This third anti-law has been received with surprise by many professionals and executives in the luxury sector- after all, when one browses through the pages of glossy magazines, celebrities are everywhere in the advertisements, as well as in the pages relating who attended what select event sponsored by a luxury brand. Celebrities are to be used with caution in the luxury strategy. They are not to be used as selling agents for new customers to buy the product through an imitation model (“I want to buy the bag because this celebrity has it.”)– this is the fashion business model. They must be used, when used, as a testimonial (“This famous person is also using my bag, staying in the hotel I went to last year.”) for existing customers– it comforts the status of being an extraordinary product for a usual customer, which is also an ordinary product of extraordinary people.
Image credit: Omega.
Implementing the luxury strategy beyond the luxury market
When you consider those anti-laws, you see that they define a whole consistent and original marketing strategy– the luxury strategy. You also see that this strategy is not limited to the existing luxury market, although it is the place where it is the most relevant– hence its name. Apart from the 12th anti-law (“Luxury sets the price, price does not set luxury.”), the word “luxury” does not appear in their expression. This means that the marketing strategy defined by those laws can be implemented beyond the luxury market.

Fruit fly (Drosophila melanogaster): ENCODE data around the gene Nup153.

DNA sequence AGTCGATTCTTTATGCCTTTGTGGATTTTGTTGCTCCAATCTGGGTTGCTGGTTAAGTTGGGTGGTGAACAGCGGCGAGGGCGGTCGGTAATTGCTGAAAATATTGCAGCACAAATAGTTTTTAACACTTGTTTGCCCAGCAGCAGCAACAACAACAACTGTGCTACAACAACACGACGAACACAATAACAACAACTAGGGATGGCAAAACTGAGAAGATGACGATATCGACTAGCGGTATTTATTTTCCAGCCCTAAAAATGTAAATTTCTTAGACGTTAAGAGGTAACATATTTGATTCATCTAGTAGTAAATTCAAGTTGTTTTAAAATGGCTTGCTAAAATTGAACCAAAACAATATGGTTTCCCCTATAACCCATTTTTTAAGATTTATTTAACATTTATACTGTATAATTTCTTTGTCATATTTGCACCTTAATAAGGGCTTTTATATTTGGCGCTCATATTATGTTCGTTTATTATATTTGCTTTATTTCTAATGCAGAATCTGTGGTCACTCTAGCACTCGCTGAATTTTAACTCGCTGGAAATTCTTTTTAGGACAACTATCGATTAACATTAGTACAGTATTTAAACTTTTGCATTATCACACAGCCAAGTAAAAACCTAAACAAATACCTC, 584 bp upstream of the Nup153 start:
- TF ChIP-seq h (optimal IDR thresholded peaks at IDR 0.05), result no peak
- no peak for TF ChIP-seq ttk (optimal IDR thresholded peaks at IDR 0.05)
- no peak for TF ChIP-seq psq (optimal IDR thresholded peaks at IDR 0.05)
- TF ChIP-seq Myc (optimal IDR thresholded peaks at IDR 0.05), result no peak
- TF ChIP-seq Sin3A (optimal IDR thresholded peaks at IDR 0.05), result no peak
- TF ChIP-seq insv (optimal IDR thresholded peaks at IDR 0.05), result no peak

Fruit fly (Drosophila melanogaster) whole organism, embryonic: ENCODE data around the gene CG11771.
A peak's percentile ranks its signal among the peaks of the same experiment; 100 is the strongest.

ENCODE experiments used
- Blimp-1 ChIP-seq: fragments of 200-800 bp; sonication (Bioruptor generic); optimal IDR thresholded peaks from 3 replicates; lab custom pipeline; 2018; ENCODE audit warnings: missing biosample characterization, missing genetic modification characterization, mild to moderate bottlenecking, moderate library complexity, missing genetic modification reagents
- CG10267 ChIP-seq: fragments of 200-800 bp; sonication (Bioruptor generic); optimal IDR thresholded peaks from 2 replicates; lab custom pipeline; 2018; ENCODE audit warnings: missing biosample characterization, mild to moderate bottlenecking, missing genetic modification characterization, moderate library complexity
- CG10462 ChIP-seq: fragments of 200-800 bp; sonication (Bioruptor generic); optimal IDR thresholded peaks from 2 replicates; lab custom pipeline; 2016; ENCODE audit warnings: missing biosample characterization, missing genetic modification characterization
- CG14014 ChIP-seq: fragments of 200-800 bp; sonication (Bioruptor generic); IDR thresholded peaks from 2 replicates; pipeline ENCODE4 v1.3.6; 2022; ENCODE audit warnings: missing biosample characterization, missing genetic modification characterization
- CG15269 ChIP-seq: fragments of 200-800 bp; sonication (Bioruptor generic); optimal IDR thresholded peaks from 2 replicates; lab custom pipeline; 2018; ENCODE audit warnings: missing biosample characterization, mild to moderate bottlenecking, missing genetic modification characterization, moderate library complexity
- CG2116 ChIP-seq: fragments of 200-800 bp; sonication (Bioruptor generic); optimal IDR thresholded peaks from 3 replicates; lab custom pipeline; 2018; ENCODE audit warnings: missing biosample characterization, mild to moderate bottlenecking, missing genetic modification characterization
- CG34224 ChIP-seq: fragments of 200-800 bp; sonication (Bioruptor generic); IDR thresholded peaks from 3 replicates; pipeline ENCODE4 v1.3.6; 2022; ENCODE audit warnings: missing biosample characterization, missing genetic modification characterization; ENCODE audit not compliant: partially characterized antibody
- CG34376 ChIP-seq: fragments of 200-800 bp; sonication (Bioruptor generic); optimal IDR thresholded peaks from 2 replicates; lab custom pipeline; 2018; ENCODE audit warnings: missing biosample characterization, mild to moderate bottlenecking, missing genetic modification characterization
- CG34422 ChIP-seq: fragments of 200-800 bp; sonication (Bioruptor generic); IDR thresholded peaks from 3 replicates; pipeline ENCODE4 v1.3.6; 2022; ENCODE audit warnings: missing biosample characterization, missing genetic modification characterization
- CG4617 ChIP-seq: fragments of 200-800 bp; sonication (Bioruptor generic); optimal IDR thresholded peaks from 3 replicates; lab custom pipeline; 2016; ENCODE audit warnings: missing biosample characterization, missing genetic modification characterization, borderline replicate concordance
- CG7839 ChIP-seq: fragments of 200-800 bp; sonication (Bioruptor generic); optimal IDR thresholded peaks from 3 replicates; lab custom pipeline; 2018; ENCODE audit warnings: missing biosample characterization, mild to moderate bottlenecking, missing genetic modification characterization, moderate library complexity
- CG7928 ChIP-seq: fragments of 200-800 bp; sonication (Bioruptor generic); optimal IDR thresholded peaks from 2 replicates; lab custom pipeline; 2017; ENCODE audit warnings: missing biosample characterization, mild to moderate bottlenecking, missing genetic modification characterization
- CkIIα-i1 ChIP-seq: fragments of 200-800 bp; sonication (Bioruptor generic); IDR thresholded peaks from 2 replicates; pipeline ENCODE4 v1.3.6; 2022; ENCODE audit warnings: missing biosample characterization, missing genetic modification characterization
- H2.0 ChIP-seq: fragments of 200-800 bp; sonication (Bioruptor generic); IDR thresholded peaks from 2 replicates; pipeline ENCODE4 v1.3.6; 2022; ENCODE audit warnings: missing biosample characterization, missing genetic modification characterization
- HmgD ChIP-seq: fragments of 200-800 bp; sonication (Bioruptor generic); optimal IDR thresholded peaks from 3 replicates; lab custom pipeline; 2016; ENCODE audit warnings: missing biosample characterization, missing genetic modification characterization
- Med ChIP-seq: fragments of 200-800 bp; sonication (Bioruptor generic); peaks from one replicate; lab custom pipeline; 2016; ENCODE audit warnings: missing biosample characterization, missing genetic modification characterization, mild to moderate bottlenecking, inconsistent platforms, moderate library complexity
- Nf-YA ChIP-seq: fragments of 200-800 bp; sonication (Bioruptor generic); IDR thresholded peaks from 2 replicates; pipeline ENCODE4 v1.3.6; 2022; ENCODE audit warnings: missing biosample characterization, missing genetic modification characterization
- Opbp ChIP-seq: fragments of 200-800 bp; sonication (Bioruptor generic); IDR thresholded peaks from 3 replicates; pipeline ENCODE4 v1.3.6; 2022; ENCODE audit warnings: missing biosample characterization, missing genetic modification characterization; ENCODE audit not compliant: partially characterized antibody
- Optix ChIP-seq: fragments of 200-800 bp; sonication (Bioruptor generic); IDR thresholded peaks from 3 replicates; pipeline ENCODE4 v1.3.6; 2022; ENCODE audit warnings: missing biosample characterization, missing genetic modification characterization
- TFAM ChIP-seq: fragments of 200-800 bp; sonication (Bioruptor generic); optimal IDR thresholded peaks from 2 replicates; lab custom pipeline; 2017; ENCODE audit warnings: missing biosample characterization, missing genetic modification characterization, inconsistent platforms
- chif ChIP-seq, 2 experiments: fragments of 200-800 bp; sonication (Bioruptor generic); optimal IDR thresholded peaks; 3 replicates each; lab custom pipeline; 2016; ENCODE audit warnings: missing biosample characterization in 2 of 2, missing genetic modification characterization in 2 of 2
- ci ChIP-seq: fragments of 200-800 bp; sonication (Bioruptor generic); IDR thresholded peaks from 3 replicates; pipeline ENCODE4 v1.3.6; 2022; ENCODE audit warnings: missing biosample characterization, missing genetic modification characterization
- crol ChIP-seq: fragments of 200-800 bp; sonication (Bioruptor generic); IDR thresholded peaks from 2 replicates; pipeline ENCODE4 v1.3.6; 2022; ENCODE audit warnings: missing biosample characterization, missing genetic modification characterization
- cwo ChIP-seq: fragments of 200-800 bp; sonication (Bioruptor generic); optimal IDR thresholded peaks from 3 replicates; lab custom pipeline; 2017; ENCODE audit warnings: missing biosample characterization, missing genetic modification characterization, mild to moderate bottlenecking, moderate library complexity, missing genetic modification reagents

For instance, Apple, which is not a luxury brand, has been immensely successful in applying the luxury strategy in the computer and phone market, where the pure luxury market is just a niche, even though it can be a beautiful one, as Vertu has demonstrated for mobile phones. As soon as you have a unique product and service, this strategy is worth to be considered. It can also be used when you are facing scarcity of human talent– McKinsey is a very good example in the consulting business. Or when you are facing scarcity of resources- think of the problems of sustainable development, and the example of the Tesla strategy in full electric cars. Think also of the issues of agriculture and bio-food. In fact, the luxury strategy is often the best business model to make sustainable products or services profitable at the launch phase.